Even though, strictly speaking, I should be using favicons in anything but Windows’ ICO format and refer to them from a <link>-tag at any location other than /favicon.ico, I sometimes like to help Microsoft break the web by putting an ICO file at the location that they reserved for it (/favicon.ico).

My tool of choice for converting PNG’s to ICO is Matthias Benkmann’s png2ico. To generate an ICO file with this program, you just need to feed it one or more PNG files. The possibility to include differently sized PNG files can help you make sure that the icon will steal look good when being dragged to the desktop or some other non-miniature context.

$ png2ico
png2ico 2002-12-08  (c) Matthias S. Benkmann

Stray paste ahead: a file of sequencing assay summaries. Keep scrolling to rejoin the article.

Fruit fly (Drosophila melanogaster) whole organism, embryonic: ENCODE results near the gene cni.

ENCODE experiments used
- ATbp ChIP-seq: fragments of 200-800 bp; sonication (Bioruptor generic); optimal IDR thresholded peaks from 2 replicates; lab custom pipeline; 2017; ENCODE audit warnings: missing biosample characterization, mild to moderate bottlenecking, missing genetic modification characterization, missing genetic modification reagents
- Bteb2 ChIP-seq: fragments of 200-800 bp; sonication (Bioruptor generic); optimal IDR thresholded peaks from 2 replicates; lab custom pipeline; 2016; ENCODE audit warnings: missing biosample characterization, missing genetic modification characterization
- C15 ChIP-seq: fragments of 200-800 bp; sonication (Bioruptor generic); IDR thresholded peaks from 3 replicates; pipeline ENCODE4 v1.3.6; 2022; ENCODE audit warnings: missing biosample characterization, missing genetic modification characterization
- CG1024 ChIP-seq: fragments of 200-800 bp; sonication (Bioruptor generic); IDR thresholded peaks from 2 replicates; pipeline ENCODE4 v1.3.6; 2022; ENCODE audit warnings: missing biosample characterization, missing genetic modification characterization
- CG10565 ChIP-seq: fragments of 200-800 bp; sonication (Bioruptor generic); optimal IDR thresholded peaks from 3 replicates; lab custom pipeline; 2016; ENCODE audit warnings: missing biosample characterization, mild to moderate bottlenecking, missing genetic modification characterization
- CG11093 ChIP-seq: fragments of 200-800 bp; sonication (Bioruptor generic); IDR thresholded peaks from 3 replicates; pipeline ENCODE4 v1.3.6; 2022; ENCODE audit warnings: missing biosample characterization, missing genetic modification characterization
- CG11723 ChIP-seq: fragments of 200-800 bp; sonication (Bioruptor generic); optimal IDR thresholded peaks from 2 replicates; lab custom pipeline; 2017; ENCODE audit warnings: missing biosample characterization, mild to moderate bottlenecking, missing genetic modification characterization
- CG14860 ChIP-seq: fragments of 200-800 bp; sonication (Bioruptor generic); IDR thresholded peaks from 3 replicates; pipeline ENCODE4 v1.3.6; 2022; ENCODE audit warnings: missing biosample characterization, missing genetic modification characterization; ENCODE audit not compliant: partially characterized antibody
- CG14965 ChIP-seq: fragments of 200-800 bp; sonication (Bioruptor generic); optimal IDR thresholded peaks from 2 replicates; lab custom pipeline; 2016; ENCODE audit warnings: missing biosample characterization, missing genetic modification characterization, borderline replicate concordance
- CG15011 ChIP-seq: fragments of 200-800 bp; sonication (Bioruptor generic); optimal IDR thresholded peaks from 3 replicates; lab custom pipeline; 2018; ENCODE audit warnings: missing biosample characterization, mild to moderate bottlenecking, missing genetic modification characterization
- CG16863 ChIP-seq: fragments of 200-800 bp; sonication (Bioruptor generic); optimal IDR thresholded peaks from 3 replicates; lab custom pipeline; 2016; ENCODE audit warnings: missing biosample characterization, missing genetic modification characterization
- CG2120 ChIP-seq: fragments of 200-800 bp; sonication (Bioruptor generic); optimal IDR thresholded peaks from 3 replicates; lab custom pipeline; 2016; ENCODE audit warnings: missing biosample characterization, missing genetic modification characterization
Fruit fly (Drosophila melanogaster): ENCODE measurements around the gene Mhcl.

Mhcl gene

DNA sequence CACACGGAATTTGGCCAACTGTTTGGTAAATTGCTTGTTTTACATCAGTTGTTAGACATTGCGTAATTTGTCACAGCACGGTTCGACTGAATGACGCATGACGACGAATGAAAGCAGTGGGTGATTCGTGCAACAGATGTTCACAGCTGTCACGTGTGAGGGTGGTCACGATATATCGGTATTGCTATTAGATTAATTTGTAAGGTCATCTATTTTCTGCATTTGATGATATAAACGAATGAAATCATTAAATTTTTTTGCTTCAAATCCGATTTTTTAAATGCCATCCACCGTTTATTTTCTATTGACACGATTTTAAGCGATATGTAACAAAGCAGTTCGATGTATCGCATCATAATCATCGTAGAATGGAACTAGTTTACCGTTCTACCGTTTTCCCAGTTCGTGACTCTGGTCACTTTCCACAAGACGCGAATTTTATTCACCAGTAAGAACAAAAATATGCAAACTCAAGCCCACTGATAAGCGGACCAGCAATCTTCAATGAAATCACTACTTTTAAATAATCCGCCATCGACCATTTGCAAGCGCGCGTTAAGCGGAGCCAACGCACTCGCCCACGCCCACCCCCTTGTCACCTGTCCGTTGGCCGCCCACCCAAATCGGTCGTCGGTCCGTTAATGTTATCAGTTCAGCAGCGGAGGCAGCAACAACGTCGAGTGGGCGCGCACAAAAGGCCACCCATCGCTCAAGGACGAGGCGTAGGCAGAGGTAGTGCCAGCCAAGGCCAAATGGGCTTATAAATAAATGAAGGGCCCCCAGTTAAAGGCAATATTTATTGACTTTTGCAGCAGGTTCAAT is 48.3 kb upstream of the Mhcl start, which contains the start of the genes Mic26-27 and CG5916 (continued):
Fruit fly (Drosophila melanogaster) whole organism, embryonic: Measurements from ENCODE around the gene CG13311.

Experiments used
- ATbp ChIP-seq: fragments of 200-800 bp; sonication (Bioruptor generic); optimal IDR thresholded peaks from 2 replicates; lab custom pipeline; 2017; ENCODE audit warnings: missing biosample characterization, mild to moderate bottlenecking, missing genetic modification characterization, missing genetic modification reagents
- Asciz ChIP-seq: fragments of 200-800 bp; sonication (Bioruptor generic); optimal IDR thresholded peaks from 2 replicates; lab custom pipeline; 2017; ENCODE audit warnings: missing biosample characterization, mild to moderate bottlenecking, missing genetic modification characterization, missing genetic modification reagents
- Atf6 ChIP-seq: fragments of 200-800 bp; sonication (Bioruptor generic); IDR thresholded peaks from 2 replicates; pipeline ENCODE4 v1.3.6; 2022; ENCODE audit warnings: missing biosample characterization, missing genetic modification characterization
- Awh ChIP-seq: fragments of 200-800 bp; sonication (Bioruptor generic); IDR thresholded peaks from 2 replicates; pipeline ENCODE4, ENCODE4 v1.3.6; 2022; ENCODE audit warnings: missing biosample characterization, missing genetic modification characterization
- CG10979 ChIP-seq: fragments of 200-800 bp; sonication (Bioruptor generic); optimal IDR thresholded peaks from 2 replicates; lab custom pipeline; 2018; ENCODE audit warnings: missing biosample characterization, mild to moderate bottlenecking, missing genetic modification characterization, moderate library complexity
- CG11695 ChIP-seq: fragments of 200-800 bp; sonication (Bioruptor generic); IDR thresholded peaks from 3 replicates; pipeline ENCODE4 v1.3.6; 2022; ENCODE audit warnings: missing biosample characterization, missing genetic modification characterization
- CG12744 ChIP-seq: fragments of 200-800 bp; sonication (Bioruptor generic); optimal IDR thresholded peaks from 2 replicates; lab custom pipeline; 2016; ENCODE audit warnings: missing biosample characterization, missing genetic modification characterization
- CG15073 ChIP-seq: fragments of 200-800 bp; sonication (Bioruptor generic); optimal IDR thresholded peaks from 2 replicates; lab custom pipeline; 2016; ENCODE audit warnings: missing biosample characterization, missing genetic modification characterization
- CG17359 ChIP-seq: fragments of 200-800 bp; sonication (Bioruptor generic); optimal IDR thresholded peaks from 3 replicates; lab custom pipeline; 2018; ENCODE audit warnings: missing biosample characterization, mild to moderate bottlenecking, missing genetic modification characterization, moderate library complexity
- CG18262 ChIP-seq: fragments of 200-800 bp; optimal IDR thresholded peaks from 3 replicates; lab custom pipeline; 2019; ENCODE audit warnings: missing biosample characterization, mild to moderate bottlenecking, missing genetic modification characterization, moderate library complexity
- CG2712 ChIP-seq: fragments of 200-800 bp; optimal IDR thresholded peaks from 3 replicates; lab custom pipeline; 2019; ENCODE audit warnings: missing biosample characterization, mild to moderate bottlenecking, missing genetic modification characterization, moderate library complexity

USAGE: png2ico icofile [--colors ] pngfile1 [pngfile2 ...]

Here’s an actual example which creates an ICO file from a single PNG file:

$ file favicon.png 
favicon.png: PNG image data, 16 x 16, 8-bit/color RGBA, non-interlaced
$ png2ico favicon.ico favicon.png 

Of course, we should discourage browsers from doing useless requests for /favicon.ico by actually telling them when it is available: (as if…)

<link type="image/x-icon" rel="shortcut icon" href="/favicon.ico" />

Now we can go back to pretending that: No, we’re not encouraging the practice of link squatting. We just happen to have put our favicon in that location.

For the less tech savvy

Update 30 sep 2012: There’s a free online service to convert PNG to ICO: www.pngtoico.com. It doesn’t require you to do anything complicated (like installing Unix stuff). Just pick your original and get the converted image. 🙂